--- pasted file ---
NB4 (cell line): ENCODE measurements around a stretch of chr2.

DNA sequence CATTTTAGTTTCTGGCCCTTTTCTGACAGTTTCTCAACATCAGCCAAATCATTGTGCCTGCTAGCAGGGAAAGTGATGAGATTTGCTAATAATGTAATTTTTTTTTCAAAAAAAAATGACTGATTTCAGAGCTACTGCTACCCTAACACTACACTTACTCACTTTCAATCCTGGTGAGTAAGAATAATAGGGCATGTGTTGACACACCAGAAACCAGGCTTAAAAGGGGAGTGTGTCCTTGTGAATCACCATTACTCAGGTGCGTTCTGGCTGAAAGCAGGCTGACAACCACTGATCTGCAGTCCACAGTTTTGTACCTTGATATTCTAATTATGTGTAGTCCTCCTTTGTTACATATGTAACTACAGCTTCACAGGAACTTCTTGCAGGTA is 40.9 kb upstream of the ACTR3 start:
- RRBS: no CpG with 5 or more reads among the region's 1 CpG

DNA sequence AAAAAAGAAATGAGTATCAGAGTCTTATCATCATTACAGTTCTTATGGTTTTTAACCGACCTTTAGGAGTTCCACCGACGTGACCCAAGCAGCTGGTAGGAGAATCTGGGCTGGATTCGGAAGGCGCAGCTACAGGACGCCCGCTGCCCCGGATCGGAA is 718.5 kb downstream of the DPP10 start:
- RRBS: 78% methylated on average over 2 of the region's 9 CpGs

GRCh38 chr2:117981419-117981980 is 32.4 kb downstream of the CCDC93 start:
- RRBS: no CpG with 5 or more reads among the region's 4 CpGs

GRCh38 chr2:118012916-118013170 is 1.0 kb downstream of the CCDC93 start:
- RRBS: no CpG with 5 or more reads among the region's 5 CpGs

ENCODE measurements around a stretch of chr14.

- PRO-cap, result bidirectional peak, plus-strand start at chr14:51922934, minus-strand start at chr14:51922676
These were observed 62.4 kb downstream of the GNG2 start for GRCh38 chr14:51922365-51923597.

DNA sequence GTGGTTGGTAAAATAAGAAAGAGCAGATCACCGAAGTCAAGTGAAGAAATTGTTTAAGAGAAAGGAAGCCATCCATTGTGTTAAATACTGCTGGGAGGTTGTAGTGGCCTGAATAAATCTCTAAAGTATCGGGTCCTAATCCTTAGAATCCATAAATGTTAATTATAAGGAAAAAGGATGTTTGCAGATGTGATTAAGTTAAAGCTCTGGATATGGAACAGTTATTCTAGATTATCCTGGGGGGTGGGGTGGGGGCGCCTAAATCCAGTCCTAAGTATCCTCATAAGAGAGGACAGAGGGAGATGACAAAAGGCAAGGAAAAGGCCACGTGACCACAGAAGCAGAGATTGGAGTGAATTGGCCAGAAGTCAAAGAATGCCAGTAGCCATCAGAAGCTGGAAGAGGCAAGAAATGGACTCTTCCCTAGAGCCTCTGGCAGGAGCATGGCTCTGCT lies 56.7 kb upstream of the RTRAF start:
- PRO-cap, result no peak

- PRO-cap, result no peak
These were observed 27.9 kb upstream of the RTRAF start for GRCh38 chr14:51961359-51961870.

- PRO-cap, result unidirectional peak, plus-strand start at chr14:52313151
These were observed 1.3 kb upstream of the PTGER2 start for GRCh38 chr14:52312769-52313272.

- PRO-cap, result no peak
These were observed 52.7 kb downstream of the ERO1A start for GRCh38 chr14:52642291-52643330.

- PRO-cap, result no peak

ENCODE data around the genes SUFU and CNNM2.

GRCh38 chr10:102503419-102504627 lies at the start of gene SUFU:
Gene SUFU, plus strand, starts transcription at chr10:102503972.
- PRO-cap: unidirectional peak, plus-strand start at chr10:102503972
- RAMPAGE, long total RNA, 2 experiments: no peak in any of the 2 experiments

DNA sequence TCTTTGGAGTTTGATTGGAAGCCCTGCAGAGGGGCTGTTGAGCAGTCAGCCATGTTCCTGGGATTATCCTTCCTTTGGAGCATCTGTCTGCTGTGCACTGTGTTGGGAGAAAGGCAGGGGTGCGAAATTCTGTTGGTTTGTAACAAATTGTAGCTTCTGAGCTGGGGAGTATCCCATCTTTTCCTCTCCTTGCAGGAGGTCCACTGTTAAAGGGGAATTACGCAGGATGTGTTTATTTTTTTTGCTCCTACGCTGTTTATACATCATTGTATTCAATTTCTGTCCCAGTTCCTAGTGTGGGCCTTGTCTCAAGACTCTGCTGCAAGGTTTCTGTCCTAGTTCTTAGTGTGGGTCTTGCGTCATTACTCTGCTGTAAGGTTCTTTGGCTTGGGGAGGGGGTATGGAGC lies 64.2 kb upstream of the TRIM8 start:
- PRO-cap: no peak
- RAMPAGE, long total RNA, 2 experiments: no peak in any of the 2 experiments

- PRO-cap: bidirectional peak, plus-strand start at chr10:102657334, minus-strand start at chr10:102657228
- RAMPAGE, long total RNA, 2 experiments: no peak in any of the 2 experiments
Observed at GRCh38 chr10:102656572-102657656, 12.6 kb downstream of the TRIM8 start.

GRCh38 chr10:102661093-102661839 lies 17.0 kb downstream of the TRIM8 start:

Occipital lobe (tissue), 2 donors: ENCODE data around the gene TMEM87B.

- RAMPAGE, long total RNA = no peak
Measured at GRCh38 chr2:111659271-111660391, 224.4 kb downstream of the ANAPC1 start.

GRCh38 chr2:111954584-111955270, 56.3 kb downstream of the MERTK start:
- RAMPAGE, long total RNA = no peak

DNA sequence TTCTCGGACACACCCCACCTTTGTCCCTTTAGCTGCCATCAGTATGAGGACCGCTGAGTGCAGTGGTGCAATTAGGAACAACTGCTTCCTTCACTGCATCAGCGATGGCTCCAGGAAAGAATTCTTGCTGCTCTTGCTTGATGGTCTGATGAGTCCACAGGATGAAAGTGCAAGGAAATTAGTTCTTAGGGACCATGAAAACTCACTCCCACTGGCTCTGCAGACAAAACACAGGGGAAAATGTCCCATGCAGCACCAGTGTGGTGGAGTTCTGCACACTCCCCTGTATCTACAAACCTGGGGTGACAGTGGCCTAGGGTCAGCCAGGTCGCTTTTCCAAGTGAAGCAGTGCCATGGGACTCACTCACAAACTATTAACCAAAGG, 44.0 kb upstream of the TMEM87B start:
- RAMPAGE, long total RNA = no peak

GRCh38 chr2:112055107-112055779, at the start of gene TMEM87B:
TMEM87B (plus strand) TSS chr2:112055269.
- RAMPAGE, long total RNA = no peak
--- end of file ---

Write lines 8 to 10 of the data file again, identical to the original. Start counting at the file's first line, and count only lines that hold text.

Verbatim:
GRCh38 chr2:118012916-118013170 is 1.0 kb downstream of the CCDC93 start:
- RRBS: no CpG with 5 or more reads among the region's 5 CpGs

ENCODE measurements around a stretch of chr14.